Where our wild thing has gone

I know it has been a while since my last post, but sadness is passing over the writing community today. Our favorite “wild thing” Maurice Sendak has passed away of complications from a stroke. He was 83. He wrote the beloved tale Where the Wild Things Are and illustrated one of my favorite series, Little Bear. Both were put to film in the last 15 or so years, The Wild Things as a live-action movie with beautiful and heart-wrenching computer animation, and Little Bear as a cute animated series.

Sendak influenced me to be a writer as I read his stories and saw his wonderful illustrations. There is no one like him. But, even more enchanting than that, I went to an art exhibit of his work in Philly a few years back, and I was astonished to see all of the work he had done and the depth of his works. He was more than just a writer of children’s stories and an illustrator of pictures for little ones. His work went well beyond the surface to tell stories that only children could read without squirming. They can’t see the pain and adult horrors the same way adults do.

One of the most terrifying children’s books I had ever seen, We Are All in the Dumps with Jack and Guy, is actually centered around the Holocaust, or at least it is between the lines. The pictures are horrific and beautiful at the same time, following children who are homeless and fighting their way through horrible odds and homelessness. The moon oversees them as rats take kittens and an orphan away, and we can see the Auschwitz that Sendak must also have imagined his relatives went through. Apparently, the Holocaust haunted Sendak his whole life, knowing part of his family lost their lives in the tragedy. It’s amazing what can inspire us to write.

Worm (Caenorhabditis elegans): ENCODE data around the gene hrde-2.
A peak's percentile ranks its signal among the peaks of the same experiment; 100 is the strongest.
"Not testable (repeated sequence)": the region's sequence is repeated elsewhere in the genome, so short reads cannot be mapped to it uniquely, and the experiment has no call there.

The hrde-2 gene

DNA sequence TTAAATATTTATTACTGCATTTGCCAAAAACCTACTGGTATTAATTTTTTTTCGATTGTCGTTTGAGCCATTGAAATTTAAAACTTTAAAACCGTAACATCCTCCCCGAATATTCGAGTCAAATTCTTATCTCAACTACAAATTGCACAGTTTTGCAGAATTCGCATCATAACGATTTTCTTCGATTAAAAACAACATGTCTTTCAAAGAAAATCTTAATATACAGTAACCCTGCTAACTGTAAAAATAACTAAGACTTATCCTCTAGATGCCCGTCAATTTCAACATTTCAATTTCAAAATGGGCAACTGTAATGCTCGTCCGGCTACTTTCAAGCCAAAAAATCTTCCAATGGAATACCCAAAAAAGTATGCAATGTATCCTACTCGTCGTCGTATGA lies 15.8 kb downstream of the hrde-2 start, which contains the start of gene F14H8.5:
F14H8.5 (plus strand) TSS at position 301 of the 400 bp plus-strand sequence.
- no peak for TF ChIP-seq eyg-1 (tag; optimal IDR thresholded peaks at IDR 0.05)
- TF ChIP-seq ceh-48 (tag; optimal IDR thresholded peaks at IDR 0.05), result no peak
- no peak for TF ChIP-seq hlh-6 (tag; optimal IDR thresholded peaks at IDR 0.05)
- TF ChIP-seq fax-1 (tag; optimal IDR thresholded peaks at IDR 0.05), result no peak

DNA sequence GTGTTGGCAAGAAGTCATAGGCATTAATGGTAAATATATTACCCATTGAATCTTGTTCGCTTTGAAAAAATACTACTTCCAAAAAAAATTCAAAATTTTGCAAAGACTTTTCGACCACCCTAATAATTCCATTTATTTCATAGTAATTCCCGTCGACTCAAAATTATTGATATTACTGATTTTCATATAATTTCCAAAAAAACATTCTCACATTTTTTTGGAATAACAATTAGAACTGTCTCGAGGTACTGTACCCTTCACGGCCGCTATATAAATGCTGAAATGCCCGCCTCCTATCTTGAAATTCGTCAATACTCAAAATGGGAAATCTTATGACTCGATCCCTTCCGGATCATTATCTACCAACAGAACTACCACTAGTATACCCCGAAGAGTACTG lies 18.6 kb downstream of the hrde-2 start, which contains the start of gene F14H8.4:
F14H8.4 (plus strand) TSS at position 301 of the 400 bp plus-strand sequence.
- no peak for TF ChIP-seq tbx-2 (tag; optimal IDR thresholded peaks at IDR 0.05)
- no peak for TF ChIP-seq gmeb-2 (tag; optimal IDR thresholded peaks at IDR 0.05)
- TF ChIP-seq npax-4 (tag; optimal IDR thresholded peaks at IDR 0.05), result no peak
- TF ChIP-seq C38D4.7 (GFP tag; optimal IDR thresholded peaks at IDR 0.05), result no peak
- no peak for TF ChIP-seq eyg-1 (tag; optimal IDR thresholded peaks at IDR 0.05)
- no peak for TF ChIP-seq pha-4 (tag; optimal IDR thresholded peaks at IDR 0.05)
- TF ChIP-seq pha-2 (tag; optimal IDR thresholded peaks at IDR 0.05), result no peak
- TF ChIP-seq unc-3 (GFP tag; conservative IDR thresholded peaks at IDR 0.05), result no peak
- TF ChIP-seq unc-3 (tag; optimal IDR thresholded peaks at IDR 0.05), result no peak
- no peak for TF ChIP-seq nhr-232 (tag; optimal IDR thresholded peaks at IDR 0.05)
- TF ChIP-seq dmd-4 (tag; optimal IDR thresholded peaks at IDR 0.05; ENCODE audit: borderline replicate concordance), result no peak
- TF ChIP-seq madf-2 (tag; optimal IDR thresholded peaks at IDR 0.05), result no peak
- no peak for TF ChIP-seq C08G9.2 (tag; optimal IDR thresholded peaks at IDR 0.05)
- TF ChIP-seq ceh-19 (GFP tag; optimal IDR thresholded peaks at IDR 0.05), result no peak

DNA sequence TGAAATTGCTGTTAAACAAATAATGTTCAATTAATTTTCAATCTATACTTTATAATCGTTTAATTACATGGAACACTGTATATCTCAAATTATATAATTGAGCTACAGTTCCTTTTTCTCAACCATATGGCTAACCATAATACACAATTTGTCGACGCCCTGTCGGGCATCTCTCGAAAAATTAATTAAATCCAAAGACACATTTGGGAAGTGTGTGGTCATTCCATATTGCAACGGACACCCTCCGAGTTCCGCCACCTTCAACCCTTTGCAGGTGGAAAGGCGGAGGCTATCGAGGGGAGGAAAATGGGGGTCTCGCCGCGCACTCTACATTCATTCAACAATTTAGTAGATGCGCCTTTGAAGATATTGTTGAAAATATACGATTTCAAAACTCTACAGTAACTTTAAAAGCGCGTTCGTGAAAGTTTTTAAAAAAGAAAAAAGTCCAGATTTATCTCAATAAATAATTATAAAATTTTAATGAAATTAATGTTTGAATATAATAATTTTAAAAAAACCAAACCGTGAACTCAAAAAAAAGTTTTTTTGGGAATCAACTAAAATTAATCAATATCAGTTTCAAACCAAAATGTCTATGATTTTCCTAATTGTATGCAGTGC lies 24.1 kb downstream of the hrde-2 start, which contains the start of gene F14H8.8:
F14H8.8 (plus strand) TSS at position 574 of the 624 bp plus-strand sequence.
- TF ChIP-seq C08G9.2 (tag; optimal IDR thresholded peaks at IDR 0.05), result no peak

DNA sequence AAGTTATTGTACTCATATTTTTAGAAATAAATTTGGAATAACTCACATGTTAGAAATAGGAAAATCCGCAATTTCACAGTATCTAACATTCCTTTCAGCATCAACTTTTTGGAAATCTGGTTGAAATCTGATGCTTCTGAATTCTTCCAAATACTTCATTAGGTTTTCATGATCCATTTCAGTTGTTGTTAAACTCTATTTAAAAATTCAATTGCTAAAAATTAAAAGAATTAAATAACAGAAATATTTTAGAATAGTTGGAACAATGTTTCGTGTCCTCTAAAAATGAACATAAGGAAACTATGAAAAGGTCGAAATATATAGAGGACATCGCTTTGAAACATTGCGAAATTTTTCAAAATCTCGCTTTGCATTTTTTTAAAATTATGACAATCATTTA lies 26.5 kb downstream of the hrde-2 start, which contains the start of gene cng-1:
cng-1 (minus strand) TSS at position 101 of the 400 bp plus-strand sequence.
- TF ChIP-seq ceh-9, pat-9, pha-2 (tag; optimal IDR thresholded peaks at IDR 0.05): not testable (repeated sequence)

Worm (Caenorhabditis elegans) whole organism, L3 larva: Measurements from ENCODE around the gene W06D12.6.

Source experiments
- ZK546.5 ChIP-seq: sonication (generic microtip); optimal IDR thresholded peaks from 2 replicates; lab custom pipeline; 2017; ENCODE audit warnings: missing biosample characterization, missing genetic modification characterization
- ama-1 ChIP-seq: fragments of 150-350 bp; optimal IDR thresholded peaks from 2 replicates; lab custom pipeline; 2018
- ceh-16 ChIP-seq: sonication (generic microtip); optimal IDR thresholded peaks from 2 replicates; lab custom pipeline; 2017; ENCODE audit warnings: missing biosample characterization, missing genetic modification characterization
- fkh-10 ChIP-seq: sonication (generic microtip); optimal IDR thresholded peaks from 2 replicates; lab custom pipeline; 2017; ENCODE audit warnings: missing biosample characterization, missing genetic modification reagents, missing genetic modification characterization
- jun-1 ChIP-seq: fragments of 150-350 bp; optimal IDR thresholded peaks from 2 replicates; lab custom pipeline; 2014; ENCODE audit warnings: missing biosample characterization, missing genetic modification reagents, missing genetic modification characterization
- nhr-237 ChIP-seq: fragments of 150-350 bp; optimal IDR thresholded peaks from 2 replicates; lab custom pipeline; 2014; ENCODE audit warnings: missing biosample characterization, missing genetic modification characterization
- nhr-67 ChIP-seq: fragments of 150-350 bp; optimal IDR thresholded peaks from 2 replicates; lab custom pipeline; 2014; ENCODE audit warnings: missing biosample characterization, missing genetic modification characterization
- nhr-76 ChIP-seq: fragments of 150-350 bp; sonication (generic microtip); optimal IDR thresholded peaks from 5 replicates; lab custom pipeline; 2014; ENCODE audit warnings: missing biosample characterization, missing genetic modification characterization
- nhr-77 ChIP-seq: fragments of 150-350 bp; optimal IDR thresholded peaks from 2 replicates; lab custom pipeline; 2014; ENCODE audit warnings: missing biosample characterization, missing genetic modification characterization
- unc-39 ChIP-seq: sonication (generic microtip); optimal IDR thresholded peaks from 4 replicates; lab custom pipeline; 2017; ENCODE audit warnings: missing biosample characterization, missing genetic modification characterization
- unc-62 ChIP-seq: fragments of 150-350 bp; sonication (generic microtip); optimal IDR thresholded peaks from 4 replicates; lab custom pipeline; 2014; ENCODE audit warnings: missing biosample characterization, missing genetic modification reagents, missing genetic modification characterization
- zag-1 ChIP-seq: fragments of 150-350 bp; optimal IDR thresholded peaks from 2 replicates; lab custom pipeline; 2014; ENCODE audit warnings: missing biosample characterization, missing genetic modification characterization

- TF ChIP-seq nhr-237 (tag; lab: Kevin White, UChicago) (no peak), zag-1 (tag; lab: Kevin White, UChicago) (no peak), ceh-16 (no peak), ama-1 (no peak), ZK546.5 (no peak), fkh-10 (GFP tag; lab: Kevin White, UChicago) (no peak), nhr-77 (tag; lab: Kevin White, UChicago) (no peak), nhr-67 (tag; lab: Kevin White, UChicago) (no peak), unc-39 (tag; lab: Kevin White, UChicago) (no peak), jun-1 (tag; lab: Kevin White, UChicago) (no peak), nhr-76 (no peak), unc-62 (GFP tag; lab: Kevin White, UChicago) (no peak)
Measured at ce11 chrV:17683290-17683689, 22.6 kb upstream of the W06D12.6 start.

Now, on a lighter note with a tribute to the great man who wrote about what he cared about, doing and saying as he pleased and not as others told him, as well as a connection to my Disney blog: Sendak was inspired to become an illustrator after watching the 1940 Disney movie Fantasia. Yes, even Sendak, who sometimes seemed like the anti-Disney, was influenced by Disney.

I do hope that while I study children’s literature I read quite a few Sendak books and see a lot of his work. He will certainly be missed.

If you have any great memories of Maurice Sendak or his books and artwork, please leave a comment in memoriam.

Here’s a quote I saw posted today that just had Maurice Sendak written all over it. It really shows the dry humor, straight-shooting, and humility of a great man:

Once a little boy sent me a charming card with a little drawing on it. I loved it. I answer all my children’s letters — sometimes very hastily — but this one I lingered over. I sent him a card and I drew a picture of a Wild Thing on it. I wrote, “Dear Jim: I loved your card.” Then I got a letter back from his mother and she said, “Jim loved your card so much he ate it.” That to me was one of the highest compliments I’ve ever received. He didn’t care that it was an original Maurice Sendak drawing or anything. He saw it, he loved it, he ate it.

-Maurice Sendak

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